The role of the key person

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By Sue Cowleyeducational author, trainer and presenter

The key person approach has always been good practice but it is now a requirement of the EYFS. Sue Cowley explains the benefits and examines the practicalities of making it work on a daily basis

Photo © Laura Heffernan

In this article:

  1. What is a key person?
  2. The benefits of a key person approach
  3. Making it work
  4. Role and responsibilities
  5. Communicating with parents
  6. What happens if?


One of the joys of working as an early years practitioner is the chance to build up bonds with different children. Taking on the role of key person for a group of children at your setting means developing special relationships with them, so that you can help each one settle in quickly, feel happy and secure, and make progress with their development and learning.

You’ll sometimes find the term ‘key worker’ being used to describe this role, instead of ‘key person’. Although the terms are often used in an interchangeable way by practitioners, the Department for Children, Schools and Families (DCSF) uses the term ‘key person’ in its EYFS guidance.


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Attachment theory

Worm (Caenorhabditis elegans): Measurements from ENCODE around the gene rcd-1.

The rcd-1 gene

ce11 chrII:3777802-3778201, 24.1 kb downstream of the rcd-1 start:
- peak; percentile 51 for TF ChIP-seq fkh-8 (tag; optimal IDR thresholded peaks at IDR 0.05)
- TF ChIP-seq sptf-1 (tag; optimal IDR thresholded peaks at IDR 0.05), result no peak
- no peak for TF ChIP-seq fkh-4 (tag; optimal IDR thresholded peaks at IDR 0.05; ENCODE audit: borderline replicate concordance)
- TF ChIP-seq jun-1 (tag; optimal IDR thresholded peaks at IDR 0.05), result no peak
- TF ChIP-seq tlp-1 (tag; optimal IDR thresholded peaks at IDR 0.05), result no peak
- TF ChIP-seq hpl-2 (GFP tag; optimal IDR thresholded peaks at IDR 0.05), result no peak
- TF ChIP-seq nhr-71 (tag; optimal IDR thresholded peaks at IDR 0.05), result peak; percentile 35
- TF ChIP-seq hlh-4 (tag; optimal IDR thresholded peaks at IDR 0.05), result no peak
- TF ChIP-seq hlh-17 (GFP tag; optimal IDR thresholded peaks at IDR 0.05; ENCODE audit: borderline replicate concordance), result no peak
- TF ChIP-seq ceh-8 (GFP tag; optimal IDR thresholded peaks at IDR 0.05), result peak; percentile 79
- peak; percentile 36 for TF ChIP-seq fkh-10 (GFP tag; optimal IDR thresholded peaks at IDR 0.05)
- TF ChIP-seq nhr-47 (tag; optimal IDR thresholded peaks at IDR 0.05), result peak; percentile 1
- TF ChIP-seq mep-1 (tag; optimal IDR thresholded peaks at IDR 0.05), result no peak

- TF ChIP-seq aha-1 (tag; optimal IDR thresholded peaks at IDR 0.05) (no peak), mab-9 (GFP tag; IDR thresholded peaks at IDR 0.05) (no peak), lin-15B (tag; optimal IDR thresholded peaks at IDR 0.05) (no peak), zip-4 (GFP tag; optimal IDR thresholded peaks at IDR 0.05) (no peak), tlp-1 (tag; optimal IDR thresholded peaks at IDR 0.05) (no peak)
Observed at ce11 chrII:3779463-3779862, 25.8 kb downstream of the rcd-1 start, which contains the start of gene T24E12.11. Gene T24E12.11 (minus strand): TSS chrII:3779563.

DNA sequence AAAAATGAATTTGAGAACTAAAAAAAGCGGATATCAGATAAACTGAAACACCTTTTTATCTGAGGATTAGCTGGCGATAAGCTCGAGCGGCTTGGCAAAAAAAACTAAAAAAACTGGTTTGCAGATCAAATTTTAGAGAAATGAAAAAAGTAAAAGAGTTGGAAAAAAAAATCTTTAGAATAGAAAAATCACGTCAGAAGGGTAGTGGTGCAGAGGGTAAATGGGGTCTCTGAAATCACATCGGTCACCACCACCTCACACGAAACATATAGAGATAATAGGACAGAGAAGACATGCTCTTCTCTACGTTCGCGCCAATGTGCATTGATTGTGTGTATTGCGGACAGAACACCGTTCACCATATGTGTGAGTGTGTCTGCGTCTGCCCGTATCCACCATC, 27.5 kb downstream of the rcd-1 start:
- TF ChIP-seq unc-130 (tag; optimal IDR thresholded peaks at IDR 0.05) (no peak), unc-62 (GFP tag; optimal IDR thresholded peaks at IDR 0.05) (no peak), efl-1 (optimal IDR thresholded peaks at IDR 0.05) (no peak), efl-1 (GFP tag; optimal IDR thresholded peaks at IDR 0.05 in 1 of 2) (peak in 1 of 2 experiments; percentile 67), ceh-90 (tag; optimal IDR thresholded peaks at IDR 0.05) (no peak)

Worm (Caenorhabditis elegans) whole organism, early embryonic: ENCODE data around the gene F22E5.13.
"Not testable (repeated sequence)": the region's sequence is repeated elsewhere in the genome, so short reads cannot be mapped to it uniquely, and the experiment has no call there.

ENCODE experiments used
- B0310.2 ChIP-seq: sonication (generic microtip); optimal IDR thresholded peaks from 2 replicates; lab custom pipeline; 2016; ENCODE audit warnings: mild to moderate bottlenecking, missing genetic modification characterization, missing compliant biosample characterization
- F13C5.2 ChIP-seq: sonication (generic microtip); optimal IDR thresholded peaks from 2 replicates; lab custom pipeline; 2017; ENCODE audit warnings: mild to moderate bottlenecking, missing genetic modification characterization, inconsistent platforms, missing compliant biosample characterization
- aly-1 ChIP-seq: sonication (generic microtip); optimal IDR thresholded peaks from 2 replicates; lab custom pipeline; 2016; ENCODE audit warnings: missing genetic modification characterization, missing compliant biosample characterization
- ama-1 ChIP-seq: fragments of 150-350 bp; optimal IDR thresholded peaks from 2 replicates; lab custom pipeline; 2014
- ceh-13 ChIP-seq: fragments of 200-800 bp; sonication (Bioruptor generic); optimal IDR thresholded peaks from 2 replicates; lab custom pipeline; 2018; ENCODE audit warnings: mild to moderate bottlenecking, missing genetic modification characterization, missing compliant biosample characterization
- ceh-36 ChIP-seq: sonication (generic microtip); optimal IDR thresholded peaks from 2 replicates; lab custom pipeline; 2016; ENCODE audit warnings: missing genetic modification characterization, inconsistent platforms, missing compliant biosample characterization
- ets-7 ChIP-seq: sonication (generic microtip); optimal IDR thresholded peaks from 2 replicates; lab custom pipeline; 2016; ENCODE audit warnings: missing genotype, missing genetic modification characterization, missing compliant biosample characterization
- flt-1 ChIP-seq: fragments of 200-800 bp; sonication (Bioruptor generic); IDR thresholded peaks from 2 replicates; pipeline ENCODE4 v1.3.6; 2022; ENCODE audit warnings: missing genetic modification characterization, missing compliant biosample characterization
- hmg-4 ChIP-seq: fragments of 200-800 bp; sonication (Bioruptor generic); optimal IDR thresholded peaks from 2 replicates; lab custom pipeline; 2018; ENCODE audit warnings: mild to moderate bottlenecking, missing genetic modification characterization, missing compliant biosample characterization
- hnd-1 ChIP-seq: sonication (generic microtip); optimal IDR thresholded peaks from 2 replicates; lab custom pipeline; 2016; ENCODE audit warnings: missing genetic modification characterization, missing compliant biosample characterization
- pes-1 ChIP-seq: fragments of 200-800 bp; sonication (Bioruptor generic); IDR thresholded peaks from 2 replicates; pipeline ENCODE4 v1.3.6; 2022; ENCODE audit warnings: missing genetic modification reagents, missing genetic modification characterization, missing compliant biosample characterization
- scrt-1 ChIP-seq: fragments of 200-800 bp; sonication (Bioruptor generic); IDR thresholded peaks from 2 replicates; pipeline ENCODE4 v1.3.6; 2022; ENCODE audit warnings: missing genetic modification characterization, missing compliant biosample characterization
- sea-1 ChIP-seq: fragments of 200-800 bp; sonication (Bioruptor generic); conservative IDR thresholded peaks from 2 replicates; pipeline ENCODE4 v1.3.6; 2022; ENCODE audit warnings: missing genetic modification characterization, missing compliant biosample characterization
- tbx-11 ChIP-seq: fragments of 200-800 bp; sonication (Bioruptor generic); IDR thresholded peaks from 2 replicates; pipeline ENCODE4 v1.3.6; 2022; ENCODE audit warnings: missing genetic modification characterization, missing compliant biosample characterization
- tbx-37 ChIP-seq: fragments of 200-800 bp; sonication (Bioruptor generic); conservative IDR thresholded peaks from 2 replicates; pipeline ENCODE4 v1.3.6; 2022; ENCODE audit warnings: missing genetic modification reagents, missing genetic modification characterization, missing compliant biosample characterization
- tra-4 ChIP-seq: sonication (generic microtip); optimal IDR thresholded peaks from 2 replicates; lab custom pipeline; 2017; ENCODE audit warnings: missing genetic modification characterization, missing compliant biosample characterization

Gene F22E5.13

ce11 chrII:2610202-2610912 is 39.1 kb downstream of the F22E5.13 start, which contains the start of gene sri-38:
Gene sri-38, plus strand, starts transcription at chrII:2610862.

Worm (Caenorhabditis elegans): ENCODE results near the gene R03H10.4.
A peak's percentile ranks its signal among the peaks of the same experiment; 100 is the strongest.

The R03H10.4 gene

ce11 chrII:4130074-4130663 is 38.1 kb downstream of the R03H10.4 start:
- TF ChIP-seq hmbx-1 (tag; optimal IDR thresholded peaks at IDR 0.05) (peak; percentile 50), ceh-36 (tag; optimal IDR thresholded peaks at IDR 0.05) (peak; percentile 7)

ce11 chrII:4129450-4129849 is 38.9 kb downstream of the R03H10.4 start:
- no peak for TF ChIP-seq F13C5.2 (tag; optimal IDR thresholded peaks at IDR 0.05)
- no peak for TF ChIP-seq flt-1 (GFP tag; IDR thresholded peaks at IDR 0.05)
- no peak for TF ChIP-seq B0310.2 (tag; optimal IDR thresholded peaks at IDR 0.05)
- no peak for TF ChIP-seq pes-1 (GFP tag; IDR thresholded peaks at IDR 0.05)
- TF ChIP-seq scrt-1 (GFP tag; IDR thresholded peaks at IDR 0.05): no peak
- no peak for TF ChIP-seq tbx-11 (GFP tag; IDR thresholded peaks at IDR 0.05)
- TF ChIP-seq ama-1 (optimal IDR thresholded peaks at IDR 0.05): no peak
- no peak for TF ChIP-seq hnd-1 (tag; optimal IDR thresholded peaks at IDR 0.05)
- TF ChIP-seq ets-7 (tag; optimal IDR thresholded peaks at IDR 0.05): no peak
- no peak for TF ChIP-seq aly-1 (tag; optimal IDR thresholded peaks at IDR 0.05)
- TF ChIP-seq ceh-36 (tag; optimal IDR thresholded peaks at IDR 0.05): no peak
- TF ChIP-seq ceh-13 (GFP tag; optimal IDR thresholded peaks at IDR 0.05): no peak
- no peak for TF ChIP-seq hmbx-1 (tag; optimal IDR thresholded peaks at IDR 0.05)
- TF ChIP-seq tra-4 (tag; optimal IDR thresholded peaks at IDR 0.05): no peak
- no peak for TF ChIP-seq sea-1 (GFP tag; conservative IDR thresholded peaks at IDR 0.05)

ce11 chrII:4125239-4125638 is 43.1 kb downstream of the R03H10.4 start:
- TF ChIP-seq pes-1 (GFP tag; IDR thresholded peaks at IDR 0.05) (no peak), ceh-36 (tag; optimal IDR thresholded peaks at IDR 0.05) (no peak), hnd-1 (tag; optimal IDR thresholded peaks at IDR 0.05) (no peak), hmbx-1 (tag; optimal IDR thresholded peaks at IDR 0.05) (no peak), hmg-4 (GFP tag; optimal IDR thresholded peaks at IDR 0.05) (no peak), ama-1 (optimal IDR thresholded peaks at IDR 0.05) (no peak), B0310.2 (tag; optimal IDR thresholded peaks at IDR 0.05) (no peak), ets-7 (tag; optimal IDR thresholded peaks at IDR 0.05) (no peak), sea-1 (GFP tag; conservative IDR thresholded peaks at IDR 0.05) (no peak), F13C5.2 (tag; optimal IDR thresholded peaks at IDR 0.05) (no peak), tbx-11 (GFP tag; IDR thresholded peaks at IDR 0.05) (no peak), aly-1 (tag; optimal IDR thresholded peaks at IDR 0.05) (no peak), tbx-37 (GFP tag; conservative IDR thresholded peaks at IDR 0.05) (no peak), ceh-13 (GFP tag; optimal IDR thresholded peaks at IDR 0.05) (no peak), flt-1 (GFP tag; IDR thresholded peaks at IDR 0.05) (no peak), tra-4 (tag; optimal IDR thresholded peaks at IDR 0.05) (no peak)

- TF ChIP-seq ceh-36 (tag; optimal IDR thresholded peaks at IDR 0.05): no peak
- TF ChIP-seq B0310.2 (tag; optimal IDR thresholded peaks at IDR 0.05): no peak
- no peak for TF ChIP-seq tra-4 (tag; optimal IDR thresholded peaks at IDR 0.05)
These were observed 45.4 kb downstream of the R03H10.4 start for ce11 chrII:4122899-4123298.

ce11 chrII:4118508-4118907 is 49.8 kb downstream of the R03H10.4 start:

John Bowlby’s theory of attachment argued that a young child needs to develop a bond with a primary caregiver. This bond is based on the child’s most basic needs for safety, security and protection. The quality of attachment, he said, has implications for the child’s social and emotional development and their capacity to form trusting relationships. The key person approach is a way of replicating the attachment a child would normally form with parents at home, within the childcare setting.


What is a key person?

Imagine you’ve just arrived at a party, and there are lots of people milling around, most of whom you’ve never met before. Then suddenly, from across the room, someone calls your name, hurries across to welcome you, makes sure you know where to put your coat, and introduces you to a couple of people. This is a bit what it’s like having a key person – someone to welcome you, show you around, help you out if you need it, and just generally be there for you.

As a key person, you’ll make your children feel welcome in the setting, whether you’re working with young babies, toddlers, or pre-school children. You’ll help them with their individual needs and care, for instance with eating, dressing and toileting. You’ll also be a point of contact for the child’s parents or carers. In larger settings, where there may be lots of different staff around during the course of the day, the key person gives the child an individual point of contact. Both child and parent know that there is ‘someone looking out for me’.

The key person approach is a requirement within the EYFS theme ‘Positive Relationships’, Principle 2.4. The EYFS states that the key person should ‘form a genuine bond with a baby or child and form friendly, supportive relationships with the family’.


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